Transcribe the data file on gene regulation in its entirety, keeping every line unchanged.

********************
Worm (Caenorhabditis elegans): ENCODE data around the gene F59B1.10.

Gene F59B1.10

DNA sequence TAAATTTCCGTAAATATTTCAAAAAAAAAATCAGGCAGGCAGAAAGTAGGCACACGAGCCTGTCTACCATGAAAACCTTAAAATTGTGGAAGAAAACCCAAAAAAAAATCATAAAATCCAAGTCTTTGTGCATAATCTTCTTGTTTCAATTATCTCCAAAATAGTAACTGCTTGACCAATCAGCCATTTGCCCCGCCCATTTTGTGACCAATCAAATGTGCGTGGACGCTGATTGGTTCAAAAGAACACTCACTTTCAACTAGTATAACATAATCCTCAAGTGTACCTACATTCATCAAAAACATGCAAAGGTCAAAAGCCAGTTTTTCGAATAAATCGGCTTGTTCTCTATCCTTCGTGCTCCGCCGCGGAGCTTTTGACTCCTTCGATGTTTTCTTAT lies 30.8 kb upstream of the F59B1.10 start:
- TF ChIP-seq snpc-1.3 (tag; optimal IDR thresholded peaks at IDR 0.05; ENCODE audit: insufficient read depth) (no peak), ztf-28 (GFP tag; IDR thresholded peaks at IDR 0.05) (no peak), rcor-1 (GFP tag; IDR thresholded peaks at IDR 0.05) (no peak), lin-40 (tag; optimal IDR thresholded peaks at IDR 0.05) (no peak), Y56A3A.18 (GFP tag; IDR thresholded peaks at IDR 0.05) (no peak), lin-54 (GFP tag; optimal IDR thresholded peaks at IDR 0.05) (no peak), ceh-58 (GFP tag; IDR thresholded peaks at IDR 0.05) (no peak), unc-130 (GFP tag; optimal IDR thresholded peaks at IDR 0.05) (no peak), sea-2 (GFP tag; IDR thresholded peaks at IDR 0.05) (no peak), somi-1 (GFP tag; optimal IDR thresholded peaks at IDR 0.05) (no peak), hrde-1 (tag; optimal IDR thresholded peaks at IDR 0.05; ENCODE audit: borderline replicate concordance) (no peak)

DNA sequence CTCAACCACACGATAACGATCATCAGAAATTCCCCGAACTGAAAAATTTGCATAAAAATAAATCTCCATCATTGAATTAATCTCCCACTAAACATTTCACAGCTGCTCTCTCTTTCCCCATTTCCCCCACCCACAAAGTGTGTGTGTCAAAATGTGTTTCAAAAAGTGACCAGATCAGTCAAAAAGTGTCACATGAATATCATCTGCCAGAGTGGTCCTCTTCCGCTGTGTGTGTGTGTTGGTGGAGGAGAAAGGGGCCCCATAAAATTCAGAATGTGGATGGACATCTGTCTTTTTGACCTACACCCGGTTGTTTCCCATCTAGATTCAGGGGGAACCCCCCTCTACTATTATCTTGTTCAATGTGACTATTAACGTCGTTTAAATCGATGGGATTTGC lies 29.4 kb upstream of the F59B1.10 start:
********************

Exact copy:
Worm (Caenorhabditis elegans): ENCODE data around the gene F59B1.10.

Gene F59B1.10

DNA sequence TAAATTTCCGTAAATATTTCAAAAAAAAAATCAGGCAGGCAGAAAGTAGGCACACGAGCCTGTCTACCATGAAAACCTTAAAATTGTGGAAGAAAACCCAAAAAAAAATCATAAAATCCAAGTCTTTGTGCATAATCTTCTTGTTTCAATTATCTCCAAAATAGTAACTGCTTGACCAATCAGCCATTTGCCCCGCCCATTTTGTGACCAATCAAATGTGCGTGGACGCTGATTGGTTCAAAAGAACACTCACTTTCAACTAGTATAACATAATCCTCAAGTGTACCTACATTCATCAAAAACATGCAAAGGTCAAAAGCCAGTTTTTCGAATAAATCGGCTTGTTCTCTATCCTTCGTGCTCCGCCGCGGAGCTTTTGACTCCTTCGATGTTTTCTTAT lies 30.8 kb upstream of the F59B1.10 start:
- TF ChIP-seq snpc-1.3 (tag; optimal IDR thresholded peaks at IDR 0.05; ENCODE audit: insufficient read depth) (no peak), ztf-28 (GFP tag; IDR thresholded peaks at IDR 0.05) (no peak), rcor-1 (GFP tag; IDR thresholded peaks at IDR 0.05) (no peak), lin-40 (tag; optimal IDR thresholded peaks at IDR 0.05) (no peak), Y56A3A.18 (GFP tag; IDR thresholded peaks at IDR 0.05) (no peak), lin-54 (GFP tag; optimal IDR thresholded peaks at IDR 0.05) (no peak), ceh-58 (GFP tag; IDR thresholded peaks at IDR 0.05) (no peak), unc-130 (GFP tag; optimal IDR thresholded peaks at IDR 0.05) (no peak), sea-2 (GFP tag; IDR thresholded peaks at IDR 0.05) (no peak), somi-1 (GFP tag; optimal IDR thresholded peaks at IDR 0.05) (no peak), hrde-1 (tag; optimal IDR thresholded peaks at IDR 0.05; ENCODE audit: borderline replicate concordance) (no peak)

DNA sequence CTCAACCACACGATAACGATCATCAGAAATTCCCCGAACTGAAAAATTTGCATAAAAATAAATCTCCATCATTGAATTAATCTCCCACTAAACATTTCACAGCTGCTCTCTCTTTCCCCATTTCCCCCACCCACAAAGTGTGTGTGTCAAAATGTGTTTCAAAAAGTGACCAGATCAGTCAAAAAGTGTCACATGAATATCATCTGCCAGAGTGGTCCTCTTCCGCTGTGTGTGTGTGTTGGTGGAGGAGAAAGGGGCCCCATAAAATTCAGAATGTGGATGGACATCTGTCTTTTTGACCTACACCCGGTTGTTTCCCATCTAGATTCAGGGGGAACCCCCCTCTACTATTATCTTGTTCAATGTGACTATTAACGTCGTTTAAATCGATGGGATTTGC lies 29.4 kb upstream of the F59B1.10 start: